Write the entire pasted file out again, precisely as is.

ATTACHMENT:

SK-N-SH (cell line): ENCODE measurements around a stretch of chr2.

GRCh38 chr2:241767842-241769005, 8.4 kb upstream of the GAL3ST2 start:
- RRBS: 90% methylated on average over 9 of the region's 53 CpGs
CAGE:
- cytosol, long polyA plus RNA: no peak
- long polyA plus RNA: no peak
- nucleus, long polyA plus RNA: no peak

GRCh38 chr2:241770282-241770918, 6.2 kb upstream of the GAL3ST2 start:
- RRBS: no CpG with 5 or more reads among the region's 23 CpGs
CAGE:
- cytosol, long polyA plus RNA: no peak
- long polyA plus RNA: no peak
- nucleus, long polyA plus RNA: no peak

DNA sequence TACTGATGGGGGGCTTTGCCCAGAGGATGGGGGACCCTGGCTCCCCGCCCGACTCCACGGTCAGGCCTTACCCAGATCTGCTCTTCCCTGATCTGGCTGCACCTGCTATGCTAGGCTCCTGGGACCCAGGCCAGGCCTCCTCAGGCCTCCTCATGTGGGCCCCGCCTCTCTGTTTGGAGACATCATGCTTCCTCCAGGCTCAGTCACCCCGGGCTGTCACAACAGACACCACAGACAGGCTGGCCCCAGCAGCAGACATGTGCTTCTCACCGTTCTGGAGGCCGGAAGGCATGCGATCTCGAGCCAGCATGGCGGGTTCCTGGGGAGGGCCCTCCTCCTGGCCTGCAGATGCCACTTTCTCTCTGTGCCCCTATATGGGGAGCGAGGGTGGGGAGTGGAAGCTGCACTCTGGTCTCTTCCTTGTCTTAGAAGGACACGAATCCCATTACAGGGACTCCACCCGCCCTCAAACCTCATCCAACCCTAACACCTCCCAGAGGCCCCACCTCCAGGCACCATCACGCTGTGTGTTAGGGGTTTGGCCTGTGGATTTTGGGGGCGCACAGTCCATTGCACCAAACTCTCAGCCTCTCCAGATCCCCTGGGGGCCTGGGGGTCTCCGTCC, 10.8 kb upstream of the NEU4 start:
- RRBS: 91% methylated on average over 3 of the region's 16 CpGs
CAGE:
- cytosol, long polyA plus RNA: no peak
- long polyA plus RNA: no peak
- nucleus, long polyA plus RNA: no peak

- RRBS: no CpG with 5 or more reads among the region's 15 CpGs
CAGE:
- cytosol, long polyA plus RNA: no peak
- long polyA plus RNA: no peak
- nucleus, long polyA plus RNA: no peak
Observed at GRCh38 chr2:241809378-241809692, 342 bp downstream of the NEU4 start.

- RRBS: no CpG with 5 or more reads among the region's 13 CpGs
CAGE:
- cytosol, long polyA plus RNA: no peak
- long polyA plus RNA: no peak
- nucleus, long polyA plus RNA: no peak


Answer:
SK-N-SH (cell line): ENCODE measurements around a stretch of chr2.

GRCh38 chr2:241767842-241769005, 8.4 kb upstream of the GAL3ST2 start:
- RRBS: 90% methylated on average over 9 of the region's 53 CpGs
CAGE:
- cytosol, long polyA plus RNA: no peak
- long polyA plus RNA: no peak
- nucleus, long polyA plus RNA: no peak

GRCh38 chr2:241770282-241770918, 6.2 kb upstream of the GAL3ST2 start:
- RRBS: no CpG with 5 or more reads among the region's 23 CpGs
CAGE:
- cytosol, long polyA plus RNA: no peak
- long polyA plus RNA: no peak
- nucleus, long polyA plus RNA: no peak

DNA sequence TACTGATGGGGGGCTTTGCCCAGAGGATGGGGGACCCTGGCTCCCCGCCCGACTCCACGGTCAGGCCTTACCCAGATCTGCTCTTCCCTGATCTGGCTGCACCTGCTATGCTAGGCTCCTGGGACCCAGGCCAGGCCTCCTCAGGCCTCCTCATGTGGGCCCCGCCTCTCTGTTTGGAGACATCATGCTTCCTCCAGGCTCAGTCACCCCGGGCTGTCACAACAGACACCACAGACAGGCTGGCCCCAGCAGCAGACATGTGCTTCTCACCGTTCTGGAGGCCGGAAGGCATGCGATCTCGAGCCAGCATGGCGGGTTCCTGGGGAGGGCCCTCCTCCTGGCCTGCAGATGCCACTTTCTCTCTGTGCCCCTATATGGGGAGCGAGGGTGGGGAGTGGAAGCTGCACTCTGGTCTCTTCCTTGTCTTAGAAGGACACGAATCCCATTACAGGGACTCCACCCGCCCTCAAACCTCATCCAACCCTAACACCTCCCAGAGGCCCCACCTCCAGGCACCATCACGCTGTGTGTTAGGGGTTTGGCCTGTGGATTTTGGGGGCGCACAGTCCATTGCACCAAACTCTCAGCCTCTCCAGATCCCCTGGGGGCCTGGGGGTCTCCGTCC, 10.8 kb upstream of the NEU4 start:
- RRBS: 91% methylated on average over 3 of the region's 16 CpGs
CAGE:
- cytosol, long polyA plus RNA: no peak
- long polyA plus RNA: no peak
- nucleus, long polyA plus RNA: no peak

- RRBS: no CpG with 5 or more reads among the region's 15 CpGs
CAGE:
- cytosol, long polyA plus RNA: no peak
- long polyA plus RNA: no peak
- nucleus, long polyA plus RNA: no peak
Observed at GRCh38 chr2:241809378-241809692, 342 bp downstream of the NEU4 start.

- RRBS: no CpG with 5 or more reads among the region's 13 CpGs
CAGE:
- cytosol, long polyA plus RNA: no peak
- long polyA plus RNA: no peak
- nucleus, long polyA plus RNA: no peak